Pitigliano, Italy

Returning to the Italian trip, on the home stretch! Driving on a cloudy rainy day.
We are heading towards Pitigliano. My hubby picked out the town after watching a Rudy Maxa program – I was skeptical, but WOW.

At first it didn’t look like the pictures. I asked (in Italian) and understood everything the guy said (yay). We were in the modern town. A 20 minute walk – Ecco.
pitilano 6

We were starving, but luckily, just as the town hove into view, there was a  real mom and pop trattoria. We had a lovely lunch while looking across at the town.

Pitigliano is totally perched over two ravines with views down both sides. Its water comes from an aqueduct built in the deMedici time.  Looking in shop windows is always entertaining – never know what can be seen. I liked the old cash register. pitilano 5 The cat I posted earlier, but since it’s my favorite picture from the trip, you get it again.pitilano 7




We walk and talk about buying a house here. Sell the our current place and move. Then as we leave, we both think, we’d last about 3 weeks before going stir crazy. Nice place to visit but…
pitilano 4






BTW, it stopped raining while we were in town. We really have been blessed. The countryside around here is different – not plush, more scrappy. We see chickens and roosters. And different trees.

Next up: Orvieto.

Ellis Island

flag and skyline2
statue of libery back2Before I leave NYC and return to Italy, a couple of pictures from Ellis Island and the Statue of Liberty (which I’d never seen from the back).

Glorious day. The skyline spectacular. And the information on a short tour by a Park Guide (Ellis Island is a National Park), fascinating.

I always thought that names got changed in the U.S. For instance, Lewis was putatively Ludvig before my ancestors left Germany. But I found out the change was occurred in the old country. Seems there were three ports from which an immigrant would sail. When they bought their ticket, they were listed on the ship’s manifest. Suppose a German was sailing from Italy; those are two very different languages. No wonder there were changes. statue of libery close

Also on the manifest immigrants answered some questions like did they have any money or did they have a job in the U.S. Surprisingly the last question had to be answered, “No.” America didn’t want jobs taken away from citizens. Anyway the number of questions increased over the years as various fears took hold. My three favorites were

      Are you an anarchist?  Are you a communist? Are you a polygamist?

through the trees
When you arrived in the US, after sailing past the Statue of Liberty, those who had paid for first or second class tickets were left ashore freely. But those who had paid the $25 (!!) for 3rd class went to Ellis Island where they were processed. Part of the process was answering the questions again. If you answered differently, back you went.
You could also be sent back if you had trichinosis, an eye disease. For other, curable diseases, immigrants were taken to hospitals where they received food, a bed and treatment FOR FREE. That’s something to be proud of, I think. Something NOT to be proud of is the racism against foreigners. I know the Irish felt it and here, on this picture in the museum, you can see the Japanese were targeted also.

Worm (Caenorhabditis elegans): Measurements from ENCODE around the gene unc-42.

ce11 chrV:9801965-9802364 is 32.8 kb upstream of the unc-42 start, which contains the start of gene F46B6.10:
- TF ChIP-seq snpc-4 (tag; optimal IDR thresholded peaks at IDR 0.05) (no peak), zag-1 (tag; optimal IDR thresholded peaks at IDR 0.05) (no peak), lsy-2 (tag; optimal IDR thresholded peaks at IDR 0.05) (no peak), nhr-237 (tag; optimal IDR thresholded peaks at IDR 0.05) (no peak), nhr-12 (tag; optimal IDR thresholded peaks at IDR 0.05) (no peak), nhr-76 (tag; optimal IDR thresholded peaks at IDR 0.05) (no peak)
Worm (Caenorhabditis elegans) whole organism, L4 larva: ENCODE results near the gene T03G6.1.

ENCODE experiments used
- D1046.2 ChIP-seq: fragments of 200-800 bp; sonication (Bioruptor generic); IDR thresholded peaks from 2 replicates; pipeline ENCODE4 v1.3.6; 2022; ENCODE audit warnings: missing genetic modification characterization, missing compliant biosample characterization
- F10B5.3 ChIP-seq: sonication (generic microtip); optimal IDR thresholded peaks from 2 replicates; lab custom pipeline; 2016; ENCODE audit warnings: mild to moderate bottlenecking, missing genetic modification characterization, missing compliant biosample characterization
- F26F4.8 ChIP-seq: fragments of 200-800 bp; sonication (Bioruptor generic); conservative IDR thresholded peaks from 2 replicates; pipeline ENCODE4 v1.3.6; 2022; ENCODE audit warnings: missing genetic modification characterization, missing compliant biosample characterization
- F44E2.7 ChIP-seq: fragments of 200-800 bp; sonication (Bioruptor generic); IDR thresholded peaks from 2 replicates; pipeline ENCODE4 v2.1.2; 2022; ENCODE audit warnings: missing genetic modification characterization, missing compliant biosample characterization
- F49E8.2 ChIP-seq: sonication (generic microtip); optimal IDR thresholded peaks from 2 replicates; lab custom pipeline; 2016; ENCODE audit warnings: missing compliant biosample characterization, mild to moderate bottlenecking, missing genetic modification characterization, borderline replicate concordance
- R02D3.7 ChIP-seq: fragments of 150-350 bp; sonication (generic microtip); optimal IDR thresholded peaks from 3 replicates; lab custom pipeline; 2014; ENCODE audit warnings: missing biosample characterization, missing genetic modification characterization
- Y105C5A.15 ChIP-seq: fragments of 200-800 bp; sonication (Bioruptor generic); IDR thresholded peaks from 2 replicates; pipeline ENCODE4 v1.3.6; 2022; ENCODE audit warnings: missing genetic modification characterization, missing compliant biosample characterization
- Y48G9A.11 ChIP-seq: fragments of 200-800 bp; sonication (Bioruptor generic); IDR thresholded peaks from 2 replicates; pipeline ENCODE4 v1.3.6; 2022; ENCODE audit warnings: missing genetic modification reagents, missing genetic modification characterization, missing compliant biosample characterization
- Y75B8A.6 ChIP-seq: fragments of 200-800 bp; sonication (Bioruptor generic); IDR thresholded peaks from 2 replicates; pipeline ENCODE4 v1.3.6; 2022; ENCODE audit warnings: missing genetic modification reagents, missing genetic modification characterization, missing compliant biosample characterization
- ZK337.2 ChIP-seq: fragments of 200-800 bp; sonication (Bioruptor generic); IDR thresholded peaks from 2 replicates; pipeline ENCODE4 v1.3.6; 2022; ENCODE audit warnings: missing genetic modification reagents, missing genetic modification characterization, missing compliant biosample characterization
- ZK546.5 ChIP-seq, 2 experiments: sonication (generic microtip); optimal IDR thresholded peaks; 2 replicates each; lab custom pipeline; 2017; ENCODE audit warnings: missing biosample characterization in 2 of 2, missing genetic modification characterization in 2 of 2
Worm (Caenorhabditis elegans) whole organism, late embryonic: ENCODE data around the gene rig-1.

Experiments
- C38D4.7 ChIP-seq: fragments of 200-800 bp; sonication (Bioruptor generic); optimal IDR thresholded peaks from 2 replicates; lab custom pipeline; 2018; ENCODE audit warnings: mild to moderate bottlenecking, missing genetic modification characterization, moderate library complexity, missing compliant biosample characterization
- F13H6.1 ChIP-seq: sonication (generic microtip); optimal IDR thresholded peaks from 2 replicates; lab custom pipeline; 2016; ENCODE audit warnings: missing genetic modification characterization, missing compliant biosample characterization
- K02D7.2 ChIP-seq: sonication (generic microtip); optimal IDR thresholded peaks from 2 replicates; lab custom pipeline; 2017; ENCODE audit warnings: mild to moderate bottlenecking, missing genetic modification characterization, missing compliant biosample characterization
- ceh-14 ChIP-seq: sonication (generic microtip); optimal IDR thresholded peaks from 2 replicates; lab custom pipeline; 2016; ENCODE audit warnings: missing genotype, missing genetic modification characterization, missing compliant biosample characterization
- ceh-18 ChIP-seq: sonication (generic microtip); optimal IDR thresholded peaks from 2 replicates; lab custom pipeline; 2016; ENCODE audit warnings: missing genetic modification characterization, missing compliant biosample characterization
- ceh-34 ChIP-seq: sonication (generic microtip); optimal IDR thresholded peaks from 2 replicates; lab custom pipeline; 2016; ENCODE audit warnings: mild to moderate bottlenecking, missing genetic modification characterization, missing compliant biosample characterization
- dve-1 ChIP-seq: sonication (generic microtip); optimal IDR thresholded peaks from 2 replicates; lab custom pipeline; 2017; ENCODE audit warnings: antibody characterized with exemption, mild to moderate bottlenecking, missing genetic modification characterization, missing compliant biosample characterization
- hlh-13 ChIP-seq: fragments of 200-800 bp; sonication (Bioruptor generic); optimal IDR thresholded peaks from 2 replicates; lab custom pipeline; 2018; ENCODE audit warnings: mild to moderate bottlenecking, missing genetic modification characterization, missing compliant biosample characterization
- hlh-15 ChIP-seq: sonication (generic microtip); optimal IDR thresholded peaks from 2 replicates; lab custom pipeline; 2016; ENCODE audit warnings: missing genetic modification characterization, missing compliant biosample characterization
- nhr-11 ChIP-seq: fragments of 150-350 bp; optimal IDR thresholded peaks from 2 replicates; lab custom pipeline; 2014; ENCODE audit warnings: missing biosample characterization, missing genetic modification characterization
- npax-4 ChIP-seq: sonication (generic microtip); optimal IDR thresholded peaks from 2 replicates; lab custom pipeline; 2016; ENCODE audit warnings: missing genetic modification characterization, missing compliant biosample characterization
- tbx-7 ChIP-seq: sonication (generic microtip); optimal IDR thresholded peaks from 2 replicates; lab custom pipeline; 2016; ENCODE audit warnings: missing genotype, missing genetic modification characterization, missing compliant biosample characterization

On the way to the ferry, we passed the Marine Sailors Memorial. Take a look at where the tide rises to and think about lost sailors. Mariners memorial I’m going to close with 2 closeups. The one of the city skyline is untouched It looks to me like history in the sky. (You can see why I love my camera…)

Next week we’re back to Italy unless I get hijacked by another idea.gullold and new

Autumn in NYC Central Park

city reflectionWhen I lived in New York City, we seldom went into the park. It was dangerous at night and during the day we had other things to do. I did go to a free play one summer at the Delacorte, but that was about it. However, recently we were visiting for some theater R&R and took a morning’s stroll.
The “duck traffic” was fun. duck trafficcity reflection3







People always talk about the fall colors in New England but the leaves turn in NY as well. I want to note that although the fuchsia tree is quite striking, I didn’t push the colors in these pictures. They are WISIWIG (what you see is what you get – a real IT term…)

It was a glorious day; lots of pedicabs. Expensive pedicabs – the signs said “3.75 per minute per ride.”
We passed a couple of benches that had little plaques – probably the benches were financed by the plaque owners. You can guess the quote applicable to my life…hint: my husband’s nickname isn’t Grubby!

I couldn’t resist a couple of shots of buildings. The art deco decorations were on a 6 or 8 story building, between each floor. Above almost every one, in the window, was an air conditioner. The owls were on another window. There are so many beautiful old buildings in the city and it appeared that many had been newly cleaned. There was also a bunch of construction midtown, new replacing the old. The city has changed a lot since I lived there, perhaps for the better…
owls2art deco bldg